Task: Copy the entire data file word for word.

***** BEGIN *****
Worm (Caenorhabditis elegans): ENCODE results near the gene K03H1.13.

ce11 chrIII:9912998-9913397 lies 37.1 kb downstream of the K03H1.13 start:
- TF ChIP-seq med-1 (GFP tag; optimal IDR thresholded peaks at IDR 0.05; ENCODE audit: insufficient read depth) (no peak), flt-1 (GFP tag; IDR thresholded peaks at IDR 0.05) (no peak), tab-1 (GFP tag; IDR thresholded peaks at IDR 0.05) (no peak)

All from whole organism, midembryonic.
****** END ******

Worm (Caenorhabditis elegans): ENCODE results near the gene K03H1.13.

ce11 chrIII:9912998-9913397 lies 37.1 kb downstream of the K03H1.13 start:
- TF ChIP-seq med-1 (GFP tag; optimal IDR thresholded peaks at IDR 0.05; ENCODE audit: insufficient read depth) (no peak), flt-1 (GFP tag; IDR thresholded peaks at IDR 0.05) (no peak), tab-1 (GFP tag; IDR thresholded peaks at IDR 0.05) (no peak)

All from whole organism, midembryonic.